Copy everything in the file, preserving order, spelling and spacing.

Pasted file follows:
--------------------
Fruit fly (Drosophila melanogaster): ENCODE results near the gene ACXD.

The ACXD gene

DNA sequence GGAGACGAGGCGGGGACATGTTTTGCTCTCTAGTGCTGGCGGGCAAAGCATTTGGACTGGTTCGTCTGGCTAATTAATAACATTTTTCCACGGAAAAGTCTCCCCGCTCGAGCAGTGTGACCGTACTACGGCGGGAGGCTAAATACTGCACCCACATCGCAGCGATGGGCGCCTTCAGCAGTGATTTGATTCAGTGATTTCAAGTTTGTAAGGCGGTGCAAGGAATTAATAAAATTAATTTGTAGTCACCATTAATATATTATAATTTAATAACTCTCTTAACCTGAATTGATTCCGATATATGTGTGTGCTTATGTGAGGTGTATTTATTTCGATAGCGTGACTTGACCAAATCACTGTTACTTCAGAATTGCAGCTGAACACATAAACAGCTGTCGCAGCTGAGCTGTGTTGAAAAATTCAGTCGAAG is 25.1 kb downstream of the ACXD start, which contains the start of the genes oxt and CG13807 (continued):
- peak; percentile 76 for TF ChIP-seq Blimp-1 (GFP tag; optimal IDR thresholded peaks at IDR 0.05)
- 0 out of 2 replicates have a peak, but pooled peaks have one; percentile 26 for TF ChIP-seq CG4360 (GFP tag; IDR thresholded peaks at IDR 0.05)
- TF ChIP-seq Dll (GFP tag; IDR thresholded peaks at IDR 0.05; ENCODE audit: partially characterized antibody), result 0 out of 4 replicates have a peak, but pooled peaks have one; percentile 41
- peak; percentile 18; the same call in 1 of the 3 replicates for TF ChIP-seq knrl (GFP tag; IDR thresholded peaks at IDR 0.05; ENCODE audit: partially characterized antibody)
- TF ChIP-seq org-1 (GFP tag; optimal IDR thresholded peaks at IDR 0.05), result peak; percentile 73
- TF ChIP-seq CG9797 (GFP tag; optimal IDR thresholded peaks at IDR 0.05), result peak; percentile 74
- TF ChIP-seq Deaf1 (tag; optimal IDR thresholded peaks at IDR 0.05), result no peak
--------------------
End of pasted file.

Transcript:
Fruit fly (Drosophila melanogaster): ENCODE results near the gene ACXD.

The ACXD gene

DNA sequence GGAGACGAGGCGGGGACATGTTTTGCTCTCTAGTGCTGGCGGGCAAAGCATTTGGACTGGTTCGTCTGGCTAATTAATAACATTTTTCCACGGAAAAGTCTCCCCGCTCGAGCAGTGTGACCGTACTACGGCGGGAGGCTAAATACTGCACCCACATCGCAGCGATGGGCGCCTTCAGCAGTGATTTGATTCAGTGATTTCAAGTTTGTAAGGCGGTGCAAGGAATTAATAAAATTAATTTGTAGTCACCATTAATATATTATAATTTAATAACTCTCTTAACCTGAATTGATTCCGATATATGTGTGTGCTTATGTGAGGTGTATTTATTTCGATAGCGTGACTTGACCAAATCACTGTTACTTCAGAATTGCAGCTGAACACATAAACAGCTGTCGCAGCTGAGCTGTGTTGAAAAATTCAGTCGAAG is 25.1 kb downstream of the ACXD start, which contains the start of the genes oxt and CG13807 (continued):
- peak; percentile 76 for TF ChIP-seq Blimp-1 (GFP tag; optimal IDR thresholded peaks at IDR 0.05)
- 0 out of 2 replicates have a peak, but pooled peaks have one; percentile 26 for TF ChIP-seq CG4360 (GFP tag; IDR thresholded peaks at IDR 0.05)
- TF ChIP-seq Dll (GFP tag; IDR thresholded peaks at IDR 0.05; ENCODE audit: partially characterized antibody), result 0 out of 4 replicates have a peak, but pooled peaks have one; percentile 41
- peak; percentile 18; the same call in 1 of the 3 replicates for TF ChIP-seq knrl (GFP tag; IDR thresholded peaks at IDR 0.05; ENCODE audit: partially characterized antibody)
- TF ChIP-seq org-1 (GFP tag; optimal IDR thresholded peaks at IDR 0.05), result peak; percentile 73
- TF ChIP-seq CG9797 (GFP tag; optimal IDR thresholded peaks at IDR 0.05), result peak; percentile 74
- TF ChIP-seq Deaf1 (tag; optimal IDR thresholded peaks at IDR 0.05), result no peak